Some "Interesting" Circulatory Volume/ Hemodynamics
This diagram illustrates the following:
Arteries and Veins are, on an individual basis, larger in diameter than their smaller versions (arterioles, venules, capillaries)
The Venous side of the circulatory system is the Capacitance side of the Circulatory System...i.e.it stores most of the blood but has limited control of vascular tone and therefore contributes relatively little to total peripheral resistance (TPR). ( Vessel size is, in some degree. affected by the compliance of the surrounding tissues.). The Arterial side, in contrast, is the Pressure side; variation in vessel wall strength, elasticity, and the magnitude of vessel smooth muscle activity on vascular tone determine the average vessel diameter...and thus the resistance (AND, therefore pressure). Just the arterioles and smaller arteries account for more than 50 % of the (TPR)! "How?", you ask...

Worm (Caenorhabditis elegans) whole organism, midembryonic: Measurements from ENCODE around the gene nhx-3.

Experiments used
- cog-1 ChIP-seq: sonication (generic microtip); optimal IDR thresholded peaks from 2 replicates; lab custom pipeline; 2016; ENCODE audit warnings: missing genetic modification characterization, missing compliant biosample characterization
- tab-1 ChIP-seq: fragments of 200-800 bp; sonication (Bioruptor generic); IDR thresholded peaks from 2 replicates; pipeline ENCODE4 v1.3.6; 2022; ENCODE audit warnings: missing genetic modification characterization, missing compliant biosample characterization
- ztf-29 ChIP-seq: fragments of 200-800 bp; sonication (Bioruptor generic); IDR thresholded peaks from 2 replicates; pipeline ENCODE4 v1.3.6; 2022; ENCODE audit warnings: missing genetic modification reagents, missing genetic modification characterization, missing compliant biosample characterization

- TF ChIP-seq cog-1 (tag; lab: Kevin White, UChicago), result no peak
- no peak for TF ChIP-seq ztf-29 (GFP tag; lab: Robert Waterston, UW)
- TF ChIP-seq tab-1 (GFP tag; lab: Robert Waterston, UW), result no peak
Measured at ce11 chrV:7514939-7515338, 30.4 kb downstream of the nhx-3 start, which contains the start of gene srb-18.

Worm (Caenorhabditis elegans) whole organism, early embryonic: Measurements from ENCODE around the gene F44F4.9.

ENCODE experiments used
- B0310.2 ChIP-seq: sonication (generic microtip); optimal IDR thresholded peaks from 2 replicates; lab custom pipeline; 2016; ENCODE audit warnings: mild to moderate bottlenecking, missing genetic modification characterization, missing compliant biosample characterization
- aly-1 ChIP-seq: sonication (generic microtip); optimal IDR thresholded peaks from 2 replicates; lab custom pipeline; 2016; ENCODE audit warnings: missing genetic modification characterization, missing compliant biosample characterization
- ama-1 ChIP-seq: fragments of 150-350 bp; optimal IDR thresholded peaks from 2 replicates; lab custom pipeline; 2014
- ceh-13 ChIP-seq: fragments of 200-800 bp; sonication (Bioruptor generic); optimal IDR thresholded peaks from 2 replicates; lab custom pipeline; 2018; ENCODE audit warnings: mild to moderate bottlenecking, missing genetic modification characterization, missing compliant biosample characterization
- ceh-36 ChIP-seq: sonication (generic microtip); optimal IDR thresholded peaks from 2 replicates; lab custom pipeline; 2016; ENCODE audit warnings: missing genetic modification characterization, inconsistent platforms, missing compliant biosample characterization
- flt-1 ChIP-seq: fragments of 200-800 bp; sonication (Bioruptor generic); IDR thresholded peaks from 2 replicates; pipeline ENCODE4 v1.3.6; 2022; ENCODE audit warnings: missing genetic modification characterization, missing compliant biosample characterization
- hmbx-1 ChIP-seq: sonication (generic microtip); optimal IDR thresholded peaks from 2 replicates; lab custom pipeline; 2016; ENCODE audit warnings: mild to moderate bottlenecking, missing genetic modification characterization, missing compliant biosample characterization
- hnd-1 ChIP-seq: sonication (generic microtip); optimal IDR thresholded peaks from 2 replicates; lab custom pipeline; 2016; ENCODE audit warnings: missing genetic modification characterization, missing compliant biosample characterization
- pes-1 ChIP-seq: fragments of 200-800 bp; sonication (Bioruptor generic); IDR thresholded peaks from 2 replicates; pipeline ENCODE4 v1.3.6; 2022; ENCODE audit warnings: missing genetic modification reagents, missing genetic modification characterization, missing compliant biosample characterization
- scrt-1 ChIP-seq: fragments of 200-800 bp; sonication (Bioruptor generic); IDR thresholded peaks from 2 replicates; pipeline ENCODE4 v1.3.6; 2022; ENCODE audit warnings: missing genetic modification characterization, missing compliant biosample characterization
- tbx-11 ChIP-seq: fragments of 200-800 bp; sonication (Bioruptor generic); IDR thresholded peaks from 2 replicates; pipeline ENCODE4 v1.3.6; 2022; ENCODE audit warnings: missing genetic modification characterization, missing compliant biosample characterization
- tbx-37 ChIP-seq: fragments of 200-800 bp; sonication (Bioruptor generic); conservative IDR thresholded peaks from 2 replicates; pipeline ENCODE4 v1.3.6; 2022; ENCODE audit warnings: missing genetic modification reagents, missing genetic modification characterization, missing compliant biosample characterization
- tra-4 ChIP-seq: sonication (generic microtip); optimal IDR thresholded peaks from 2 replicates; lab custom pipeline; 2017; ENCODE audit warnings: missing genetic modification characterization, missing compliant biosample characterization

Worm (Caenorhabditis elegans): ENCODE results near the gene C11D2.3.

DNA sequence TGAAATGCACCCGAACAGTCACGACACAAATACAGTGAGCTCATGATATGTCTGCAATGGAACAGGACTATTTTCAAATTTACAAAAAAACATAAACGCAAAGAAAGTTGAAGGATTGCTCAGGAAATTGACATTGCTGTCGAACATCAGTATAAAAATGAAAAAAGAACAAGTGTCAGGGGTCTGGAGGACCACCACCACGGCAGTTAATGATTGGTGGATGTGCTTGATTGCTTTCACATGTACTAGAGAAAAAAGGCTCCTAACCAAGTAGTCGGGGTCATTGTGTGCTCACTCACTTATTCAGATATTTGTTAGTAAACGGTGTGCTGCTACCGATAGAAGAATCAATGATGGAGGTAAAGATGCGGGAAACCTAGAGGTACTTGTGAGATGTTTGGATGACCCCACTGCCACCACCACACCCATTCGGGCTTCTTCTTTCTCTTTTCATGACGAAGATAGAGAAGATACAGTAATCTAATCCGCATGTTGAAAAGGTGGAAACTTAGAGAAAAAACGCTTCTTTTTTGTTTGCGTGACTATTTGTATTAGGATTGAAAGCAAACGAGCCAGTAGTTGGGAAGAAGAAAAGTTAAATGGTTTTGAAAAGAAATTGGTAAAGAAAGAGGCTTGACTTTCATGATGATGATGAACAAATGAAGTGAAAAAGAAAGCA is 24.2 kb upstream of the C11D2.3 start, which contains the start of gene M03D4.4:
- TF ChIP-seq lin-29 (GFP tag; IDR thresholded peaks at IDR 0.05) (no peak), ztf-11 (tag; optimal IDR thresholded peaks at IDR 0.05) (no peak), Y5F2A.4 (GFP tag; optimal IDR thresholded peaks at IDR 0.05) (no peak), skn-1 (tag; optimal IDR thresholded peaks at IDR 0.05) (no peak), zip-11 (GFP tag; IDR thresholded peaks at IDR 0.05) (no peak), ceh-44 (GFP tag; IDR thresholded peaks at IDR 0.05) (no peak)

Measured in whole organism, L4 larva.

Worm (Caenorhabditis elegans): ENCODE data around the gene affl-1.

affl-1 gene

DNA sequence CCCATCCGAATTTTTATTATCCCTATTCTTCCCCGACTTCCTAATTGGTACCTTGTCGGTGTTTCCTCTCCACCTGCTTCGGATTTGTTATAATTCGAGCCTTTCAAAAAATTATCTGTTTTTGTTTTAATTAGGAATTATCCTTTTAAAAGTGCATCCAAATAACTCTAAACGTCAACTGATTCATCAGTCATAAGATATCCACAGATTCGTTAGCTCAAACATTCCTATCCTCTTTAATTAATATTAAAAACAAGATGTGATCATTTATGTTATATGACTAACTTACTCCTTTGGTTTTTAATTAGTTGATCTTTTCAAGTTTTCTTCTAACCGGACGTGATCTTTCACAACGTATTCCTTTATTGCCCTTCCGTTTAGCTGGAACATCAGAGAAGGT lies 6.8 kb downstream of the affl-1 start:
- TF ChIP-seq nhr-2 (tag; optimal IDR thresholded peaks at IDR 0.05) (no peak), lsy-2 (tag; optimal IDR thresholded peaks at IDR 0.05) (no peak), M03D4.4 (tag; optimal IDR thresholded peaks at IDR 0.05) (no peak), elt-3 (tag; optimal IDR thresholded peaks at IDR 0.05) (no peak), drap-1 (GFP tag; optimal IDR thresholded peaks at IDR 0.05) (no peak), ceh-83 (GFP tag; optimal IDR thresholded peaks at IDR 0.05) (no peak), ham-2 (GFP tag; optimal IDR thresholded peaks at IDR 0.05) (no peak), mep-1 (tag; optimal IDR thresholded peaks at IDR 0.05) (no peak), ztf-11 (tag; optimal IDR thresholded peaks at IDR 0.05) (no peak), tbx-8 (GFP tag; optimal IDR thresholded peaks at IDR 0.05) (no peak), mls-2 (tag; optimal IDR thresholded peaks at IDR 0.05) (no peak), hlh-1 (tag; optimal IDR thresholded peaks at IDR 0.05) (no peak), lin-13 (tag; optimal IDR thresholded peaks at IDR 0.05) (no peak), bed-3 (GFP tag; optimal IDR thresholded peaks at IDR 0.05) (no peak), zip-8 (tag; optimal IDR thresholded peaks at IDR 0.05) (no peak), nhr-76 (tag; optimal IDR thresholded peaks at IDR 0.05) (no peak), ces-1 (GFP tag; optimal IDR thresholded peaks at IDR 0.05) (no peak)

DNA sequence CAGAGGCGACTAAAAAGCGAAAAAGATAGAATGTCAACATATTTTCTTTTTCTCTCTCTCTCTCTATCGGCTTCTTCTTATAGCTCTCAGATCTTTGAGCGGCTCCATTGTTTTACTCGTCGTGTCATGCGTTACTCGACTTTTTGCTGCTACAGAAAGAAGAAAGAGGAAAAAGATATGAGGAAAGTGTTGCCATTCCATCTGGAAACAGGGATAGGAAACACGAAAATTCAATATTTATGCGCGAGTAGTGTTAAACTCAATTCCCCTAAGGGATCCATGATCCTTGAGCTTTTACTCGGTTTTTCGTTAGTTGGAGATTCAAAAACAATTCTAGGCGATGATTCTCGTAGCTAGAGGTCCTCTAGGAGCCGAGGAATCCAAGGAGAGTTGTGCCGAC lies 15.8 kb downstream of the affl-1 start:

Keep in mind that even tiny changes in the average arteriolar diameter (or radius, if you prefer) can markedly alter the TPR; the relationship of radius- (the term "r" in the following equation) and vessel resistance, is shown according to the following:
Resistance = (Viscosity & Length Constants) x (r)-4
...where "r" refers to the radius of the cross section of a vessel...Thus resistance increases as the inverse of the 4th power of the radius.
....therefore, a simple change of only 16% in the average radius of the pressure vessel can double (or halve) the TPR!!
An interesting (though not directly related observation): In terms of Cross Sectional Area, the sum of the area of smaller vessels in contact with tissues is actually larger than the corresponding sum of areas of the larger vessels. This means exchange of gases and nutrients is, theoretically, greatest in the arterioles-capillaries-venules. (However, other factors, including vessel wall permeability factors favor capillaries for the bulk of tissue-blood gas and metabolite exchanges.)